Putting a selling price on your products can be difficult. Look at what shirts sell for at other local retailers, including department stores. Generally, you'll want to charge between $12-$30 for light shirts, and $15-$40 for dark shirts. Depending on your geographic area or target demographic, you may charge more or less.

Because you're direct-to-garment printing and not screen printing or heat pressing, you can charge more than average. That's because you're able to print shirts with sharp detail, with thousands of colors, and with personalized designs. That's something that other processes can't match.

Charge more for personalizing designs and less for stock art. Charge more for larger designs, because they take more time and use more ink. Charge less for orders in quantity, but only if there is little or no personalization involved.


Harry
Equipment Zone
 

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Well, if you are looking at the longest lasting prints... sublimation wins in my opinion, but that only works on 100% polyester and light garment prints only. Here is the deal... there are different decorating techniques that are preferred on different types of fabrics based on the quantities of garments you are looking at decorating with the same design. Each decorating technique has different pros and cons associated with them. You should get a good understanding of each decorating technique to understand when it is better to use one over another one. Page 6 in this document goes over this in more detail - [media]http://www.multirip.com/dtg101.pdf[/media].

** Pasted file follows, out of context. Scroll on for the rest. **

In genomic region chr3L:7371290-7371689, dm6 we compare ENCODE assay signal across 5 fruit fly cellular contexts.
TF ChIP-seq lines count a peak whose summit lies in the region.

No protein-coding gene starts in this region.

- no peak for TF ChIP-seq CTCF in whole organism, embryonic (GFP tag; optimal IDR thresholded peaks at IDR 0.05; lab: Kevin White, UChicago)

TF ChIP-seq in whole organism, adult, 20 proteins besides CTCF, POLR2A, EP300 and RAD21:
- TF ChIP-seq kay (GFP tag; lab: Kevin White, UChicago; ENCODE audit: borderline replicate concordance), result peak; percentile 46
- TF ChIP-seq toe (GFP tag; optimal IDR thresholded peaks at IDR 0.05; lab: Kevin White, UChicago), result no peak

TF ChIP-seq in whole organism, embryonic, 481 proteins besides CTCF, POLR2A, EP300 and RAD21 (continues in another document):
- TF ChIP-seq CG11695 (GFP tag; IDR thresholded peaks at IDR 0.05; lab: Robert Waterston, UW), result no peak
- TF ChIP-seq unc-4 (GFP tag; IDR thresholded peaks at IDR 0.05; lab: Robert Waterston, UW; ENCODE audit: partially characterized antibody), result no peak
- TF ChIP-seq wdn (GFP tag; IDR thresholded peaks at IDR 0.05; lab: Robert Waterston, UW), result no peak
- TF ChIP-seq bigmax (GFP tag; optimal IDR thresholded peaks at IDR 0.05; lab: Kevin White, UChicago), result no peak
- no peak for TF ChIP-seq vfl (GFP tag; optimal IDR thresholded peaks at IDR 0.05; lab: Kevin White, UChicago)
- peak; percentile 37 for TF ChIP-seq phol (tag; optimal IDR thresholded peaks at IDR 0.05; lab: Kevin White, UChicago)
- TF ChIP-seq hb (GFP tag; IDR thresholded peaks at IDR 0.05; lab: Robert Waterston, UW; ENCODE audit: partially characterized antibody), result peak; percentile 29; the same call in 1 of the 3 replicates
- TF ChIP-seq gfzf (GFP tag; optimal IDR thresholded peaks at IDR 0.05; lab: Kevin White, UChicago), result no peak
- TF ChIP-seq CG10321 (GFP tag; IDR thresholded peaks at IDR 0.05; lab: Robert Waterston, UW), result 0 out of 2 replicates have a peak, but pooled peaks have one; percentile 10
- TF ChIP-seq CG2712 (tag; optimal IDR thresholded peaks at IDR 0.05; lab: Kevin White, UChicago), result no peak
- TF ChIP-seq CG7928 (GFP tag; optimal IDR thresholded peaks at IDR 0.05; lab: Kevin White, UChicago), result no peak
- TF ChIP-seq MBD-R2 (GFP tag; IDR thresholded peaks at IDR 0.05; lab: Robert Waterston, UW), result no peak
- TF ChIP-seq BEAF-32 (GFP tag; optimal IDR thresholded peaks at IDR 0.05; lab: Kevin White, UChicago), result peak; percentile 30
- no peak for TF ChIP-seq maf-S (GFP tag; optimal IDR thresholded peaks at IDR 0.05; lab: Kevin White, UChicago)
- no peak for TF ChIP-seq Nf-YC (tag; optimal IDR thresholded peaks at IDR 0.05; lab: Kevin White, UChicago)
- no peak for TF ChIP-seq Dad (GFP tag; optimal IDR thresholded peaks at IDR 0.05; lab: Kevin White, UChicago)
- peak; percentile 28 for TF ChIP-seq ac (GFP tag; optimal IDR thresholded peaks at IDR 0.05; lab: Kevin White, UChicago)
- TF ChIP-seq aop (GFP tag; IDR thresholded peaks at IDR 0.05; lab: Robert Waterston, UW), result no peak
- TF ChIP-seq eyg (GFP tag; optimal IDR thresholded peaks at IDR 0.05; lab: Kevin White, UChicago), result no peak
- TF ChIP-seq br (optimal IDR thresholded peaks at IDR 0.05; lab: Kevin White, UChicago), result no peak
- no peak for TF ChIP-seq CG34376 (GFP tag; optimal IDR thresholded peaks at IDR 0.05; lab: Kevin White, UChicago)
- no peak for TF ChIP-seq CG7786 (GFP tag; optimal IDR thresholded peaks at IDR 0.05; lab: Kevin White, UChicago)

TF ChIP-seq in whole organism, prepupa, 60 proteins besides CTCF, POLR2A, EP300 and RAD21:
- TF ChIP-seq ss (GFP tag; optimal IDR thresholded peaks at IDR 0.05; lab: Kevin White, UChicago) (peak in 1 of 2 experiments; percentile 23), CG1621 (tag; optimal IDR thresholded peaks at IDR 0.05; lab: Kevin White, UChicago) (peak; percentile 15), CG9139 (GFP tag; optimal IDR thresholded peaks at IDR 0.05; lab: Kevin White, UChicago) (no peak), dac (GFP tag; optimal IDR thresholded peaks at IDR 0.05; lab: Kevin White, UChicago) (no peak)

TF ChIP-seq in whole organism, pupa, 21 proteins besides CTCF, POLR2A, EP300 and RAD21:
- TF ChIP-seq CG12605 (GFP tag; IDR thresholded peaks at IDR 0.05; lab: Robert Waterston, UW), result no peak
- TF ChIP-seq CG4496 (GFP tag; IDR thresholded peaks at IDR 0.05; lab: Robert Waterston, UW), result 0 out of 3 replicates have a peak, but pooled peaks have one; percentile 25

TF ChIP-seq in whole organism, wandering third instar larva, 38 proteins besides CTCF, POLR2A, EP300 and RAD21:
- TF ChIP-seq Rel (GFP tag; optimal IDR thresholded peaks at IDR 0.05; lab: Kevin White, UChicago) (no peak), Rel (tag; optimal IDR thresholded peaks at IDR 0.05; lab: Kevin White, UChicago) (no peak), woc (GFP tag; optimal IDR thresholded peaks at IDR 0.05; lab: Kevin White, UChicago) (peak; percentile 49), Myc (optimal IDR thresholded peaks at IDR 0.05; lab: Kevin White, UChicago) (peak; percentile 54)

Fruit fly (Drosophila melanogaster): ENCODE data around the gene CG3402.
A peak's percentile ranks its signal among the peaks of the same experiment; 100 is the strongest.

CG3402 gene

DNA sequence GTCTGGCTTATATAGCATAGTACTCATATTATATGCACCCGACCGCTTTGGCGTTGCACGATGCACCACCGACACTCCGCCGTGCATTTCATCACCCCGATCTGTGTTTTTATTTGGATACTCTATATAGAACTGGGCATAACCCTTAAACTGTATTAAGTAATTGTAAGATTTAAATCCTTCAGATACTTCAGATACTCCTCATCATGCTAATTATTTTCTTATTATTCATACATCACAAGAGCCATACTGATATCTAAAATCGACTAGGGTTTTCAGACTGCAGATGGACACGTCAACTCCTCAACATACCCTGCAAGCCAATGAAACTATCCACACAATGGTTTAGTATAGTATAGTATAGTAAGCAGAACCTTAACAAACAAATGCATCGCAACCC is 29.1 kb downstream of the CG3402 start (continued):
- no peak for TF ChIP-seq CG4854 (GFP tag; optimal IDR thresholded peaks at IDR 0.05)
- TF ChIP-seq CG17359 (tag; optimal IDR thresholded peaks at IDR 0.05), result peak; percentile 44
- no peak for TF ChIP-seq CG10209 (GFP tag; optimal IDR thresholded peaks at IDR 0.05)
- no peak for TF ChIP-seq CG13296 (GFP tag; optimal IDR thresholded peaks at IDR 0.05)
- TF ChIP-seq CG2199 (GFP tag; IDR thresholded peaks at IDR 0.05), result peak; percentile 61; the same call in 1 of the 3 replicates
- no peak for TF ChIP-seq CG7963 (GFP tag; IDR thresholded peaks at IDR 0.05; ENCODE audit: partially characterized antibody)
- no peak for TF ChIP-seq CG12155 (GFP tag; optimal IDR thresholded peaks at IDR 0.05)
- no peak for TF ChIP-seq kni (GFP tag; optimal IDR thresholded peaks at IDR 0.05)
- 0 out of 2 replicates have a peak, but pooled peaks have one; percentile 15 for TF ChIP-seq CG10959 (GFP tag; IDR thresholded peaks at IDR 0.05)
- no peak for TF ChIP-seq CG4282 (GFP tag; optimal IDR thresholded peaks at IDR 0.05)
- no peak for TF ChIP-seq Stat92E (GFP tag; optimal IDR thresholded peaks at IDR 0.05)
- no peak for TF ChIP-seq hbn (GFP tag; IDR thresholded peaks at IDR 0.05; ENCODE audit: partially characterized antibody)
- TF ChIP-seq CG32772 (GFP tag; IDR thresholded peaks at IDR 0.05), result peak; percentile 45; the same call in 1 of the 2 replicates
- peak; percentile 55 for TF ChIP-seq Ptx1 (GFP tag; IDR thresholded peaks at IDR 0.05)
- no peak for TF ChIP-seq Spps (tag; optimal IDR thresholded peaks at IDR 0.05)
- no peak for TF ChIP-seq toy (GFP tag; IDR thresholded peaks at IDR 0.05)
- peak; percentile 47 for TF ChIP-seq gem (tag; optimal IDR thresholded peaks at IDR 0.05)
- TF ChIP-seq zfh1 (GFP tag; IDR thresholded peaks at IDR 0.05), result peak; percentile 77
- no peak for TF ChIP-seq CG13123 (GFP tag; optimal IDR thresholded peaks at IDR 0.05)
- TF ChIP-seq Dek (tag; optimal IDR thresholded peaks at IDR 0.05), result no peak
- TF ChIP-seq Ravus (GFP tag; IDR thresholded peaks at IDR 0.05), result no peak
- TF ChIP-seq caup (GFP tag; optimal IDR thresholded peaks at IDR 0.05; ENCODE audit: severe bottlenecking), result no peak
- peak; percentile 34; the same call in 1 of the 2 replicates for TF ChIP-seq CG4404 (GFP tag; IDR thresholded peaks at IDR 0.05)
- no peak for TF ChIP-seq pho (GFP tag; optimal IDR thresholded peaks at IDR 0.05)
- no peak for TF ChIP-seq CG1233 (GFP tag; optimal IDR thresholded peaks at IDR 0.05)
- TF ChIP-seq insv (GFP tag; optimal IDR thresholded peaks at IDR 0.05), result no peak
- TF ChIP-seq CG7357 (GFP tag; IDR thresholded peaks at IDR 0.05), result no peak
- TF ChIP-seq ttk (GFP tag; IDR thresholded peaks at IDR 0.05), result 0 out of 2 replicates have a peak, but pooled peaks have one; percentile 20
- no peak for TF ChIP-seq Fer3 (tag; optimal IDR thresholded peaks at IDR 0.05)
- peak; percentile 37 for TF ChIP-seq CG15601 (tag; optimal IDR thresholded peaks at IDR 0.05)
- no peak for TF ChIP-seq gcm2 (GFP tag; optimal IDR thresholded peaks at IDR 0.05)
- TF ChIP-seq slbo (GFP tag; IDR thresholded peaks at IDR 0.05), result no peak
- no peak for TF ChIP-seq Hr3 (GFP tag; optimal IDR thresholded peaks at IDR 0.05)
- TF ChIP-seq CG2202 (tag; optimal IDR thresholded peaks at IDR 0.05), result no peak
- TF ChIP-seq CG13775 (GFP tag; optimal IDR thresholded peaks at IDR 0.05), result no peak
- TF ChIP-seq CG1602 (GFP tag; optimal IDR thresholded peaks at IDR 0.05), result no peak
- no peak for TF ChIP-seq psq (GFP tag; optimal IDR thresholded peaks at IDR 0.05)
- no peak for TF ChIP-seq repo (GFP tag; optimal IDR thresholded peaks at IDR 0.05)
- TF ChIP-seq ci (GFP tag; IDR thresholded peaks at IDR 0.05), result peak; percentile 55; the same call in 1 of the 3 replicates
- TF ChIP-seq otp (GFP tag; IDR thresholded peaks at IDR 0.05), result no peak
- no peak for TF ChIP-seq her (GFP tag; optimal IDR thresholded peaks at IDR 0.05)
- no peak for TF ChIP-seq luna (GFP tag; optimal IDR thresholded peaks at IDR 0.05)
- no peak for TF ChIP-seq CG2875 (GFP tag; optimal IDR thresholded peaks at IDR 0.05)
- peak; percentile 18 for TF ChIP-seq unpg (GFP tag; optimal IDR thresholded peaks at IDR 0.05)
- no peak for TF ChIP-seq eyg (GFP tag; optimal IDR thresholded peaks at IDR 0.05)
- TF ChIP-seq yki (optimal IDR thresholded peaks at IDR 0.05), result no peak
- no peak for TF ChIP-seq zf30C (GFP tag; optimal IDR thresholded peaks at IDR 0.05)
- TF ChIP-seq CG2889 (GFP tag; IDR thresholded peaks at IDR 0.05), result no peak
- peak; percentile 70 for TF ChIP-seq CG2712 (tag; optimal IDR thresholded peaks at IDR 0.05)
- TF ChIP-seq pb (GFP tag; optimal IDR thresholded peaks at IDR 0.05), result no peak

Best wishes,

Mark
 

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Discussion Starter · #8 ·
i appreciate the feedback guys, but unfortunately screen and dye sublimation cannot print/create designs such as these correct? they have multiple colors and shades

[media]http://s3.amazonaws.com/pixmac-preview/multicolor-transparent-heart.jpg[/media]

what would you guys recommend if i'm printing images like the one posted?
 

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you can print that with dyesub, printed vinyl, dtg, process screen printing, and inkjet/laser transfers.
 

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Coy, do you have a fabric preference? Are you wanting to print in-house or are you going to contract print? How you answer those questions can lead you to a good printing method for you. All printing methods using modern equipment and skilled printers can print graphics like your example beautifully.
 

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i appreciate the feedback guys, but unfortunately screen and dye sublimation cannot print/create designs such as these correct? they have multiple colors and shades

[media]http://s3.amazonaws.com/pixmac-preview/multicolor-transparent-heart.jpg[/media]

what would you guys recommend if i'm printing images like the one posted?

with heat transfer, it can be perfectly solved.
the effcet is the same as computer ,with elastic and washable